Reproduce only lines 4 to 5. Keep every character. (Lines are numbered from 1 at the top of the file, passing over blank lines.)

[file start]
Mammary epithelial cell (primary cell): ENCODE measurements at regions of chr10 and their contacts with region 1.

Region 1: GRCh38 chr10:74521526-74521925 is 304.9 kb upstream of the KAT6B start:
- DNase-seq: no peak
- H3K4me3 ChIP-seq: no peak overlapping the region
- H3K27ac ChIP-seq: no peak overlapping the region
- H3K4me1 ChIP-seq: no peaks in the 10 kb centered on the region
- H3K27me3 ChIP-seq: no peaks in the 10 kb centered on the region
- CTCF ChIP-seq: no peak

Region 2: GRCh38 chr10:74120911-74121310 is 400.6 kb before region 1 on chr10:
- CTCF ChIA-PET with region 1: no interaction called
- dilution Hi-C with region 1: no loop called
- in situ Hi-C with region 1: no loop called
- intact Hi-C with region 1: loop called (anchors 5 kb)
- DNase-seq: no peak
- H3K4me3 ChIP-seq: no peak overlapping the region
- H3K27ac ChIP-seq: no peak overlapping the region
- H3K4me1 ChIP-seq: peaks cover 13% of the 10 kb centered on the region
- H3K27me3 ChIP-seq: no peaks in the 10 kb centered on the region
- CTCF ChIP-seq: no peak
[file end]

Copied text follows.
- H3K4me3 ChIP-seq: no peak overlapping the region
- H3K27ac ChIP-seq: no peak overlapping the region